Being unemployed means I can while my days away driving 10-12 hrs from sydney to melbourne with my housemates. The gf is also unable to make it this trip so I get some time alone. Everything that could suck sucked on the drive. Two of would share driving duties and we left home round 12.45am or so. This was gonna be an epic overnight rally kinda joint. To be honest though, the Hume highway that connects australia’s biggest two cities is reasonably decent and probably already australia’s best highway. It’s not impossibly narrow and there’s even lights from time to time. Another plus: the big divider for the most part between opposing lanes. It’s relatively straightforward, not too much weaving around. Cruise control would make things really easy.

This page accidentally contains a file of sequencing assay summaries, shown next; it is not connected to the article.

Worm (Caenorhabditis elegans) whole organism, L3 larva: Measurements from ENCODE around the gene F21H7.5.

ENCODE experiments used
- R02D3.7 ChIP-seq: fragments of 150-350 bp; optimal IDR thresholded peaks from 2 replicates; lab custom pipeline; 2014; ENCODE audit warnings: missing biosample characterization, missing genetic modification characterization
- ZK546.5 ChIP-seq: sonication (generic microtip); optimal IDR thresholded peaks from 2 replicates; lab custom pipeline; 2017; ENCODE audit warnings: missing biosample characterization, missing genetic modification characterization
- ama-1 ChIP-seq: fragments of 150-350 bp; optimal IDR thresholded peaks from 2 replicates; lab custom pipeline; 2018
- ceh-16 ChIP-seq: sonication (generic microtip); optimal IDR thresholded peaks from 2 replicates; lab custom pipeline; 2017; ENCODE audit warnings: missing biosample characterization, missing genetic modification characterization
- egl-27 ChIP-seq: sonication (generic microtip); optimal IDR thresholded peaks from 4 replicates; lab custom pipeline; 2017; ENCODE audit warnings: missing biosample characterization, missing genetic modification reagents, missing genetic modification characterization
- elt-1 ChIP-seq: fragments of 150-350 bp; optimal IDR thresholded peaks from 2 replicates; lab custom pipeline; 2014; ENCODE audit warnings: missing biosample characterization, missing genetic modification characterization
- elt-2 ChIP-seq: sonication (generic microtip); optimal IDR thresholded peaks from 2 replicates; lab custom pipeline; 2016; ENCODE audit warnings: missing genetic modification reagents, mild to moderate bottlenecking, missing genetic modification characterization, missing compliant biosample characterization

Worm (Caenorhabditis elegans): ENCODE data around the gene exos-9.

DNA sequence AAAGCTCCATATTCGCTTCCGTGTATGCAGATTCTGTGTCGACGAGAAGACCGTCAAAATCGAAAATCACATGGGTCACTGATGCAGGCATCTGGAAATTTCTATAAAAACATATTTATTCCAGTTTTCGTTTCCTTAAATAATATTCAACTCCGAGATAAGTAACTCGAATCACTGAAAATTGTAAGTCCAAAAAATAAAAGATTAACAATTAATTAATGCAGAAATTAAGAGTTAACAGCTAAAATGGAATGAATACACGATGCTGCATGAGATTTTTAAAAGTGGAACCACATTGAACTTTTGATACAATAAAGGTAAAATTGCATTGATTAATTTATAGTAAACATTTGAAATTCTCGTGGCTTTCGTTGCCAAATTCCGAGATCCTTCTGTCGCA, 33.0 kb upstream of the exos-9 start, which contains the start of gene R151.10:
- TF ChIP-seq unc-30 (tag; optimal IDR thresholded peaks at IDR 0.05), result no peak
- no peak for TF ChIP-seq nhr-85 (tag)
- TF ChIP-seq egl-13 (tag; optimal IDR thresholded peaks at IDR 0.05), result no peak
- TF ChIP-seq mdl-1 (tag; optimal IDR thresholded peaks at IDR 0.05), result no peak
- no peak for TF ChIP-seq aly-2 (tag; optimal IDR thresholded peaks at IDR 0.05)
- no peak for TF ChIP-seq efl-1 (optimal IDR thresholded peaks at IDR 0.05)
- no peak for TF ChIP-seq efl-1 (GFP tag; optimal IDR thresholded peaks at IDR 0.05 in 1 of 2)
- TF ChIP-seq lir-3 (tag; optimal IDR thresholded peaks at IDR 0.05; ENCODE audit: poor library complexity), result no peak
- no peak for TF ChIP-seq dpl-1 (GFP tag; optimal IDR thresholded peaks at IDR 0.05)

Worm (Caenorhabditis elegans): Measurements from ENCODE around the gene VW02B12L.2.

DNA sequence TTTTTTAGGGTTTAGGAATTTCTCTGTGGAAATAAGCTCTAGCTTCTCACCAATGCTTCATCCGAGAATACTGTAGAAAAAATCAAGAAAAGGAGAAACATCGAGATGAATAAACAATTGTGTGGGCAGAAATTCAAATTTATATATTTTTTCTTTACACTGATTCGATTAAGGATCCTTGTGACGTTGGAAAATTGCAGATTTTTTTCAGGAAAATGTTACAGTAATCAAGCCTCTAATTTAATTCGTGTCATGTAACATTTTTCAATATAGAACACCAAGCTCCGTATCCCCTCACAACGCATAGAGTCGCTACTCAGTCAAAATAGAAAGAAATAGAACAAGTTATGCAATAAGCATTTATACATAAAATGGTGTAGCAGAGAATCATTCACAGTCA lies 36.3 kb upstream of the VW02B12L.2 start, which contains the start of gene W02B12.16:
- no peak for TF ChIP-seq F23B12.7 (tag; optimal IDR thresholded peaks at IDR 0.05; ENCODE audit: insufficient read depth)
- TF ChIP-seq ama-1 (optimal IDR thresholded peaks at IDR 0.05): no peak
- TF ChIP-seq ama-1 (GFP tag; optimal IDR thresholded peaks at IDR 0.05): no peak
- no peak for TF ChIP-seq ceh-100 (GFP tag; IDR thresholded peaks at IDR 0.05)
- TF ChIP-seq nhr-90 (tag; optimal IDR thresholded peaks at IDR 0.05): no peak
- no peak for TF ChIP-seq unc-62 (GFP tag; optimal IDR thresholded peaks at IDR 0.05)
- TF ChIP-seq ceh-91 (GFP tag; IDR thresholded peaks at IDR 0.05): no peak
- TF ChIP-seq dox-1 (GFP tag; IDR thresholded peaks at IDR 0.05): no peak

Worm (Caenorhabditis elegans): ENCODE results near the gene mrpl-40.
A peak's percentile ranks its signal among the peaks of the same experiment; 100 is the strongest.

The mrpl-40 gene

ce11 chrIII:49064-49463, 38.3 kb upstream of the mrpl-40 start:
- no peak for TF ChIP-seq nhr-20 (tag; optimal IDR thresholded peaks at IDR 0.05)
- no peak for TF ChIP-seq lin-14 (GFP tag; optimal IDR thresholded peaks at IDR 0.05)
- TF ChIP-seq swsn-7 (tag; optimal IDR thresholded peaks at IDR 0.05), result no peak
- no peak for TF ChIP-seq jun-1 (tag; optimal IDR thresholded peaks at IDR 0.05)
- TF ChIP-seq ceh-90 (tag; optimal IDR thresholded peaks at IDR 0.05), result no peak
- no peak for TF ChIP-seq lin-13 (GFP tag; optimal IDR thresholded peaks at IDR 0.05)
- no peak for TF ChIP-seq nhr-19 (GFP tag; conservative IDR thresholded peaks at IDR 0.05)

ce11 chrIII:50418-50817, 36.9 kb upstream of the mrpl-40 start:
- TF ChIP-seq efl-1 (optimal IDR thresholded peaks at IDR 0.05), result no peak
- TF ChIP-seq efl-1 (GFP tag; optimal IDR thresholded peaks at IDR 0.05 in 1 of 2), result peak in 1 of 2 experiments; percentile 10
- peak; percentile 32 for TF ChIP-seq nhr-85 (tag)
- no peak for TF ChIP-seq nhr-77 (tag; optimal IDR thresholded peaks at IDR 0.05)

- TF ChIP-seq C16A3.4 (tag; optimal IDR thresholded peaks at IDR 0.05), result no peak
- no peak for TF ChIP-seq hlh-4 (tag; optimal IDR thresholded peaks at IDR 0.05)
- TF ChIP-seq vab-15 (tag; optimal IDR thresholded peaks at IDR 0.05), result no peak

But I was on about how it sucked. First we left past midnight and I’d maybe closed my eyes for an interrupted hour and a half or so prior to departure. I was probably not in the best physical condition. Next it was foggy as all hell. I’d put the high beam on and I’d see less. The fog just reflected the light back. So tired dark plus low visibility at 110km/h. I must be foolhardy. The music selection shifted between a mix of kpop faves like Busker Busker and Big Bang to an English poprock mix of Adele, Oasis, Maroon 5 and Coldplay. Not really my thing. The last time I drove 10 hrs was a trip to Coff’s Harbour where I almost fell asleep to Portishead beacause someone thought I’d appreciate it. I dunno why I never raise any complaints. Then there were the dead animals. Possums and birds and rabbits and shit all over the place. The worst was a kangaroo higher than a hump that had me really worried as I went over. The fog meant I saw it really late and I almost panicked and swerved but opted to just go with it instead. I think I missed the main body. That’s probably the first kangaroo I saw on the roads in australia. The thing that irked me the most though were the endless mumbles of fear from my passengers everytime I had to put the brakes on or when a trailer passed right next to us. Hey I was trying to stay calm and careful but them panicking was seriously annoying.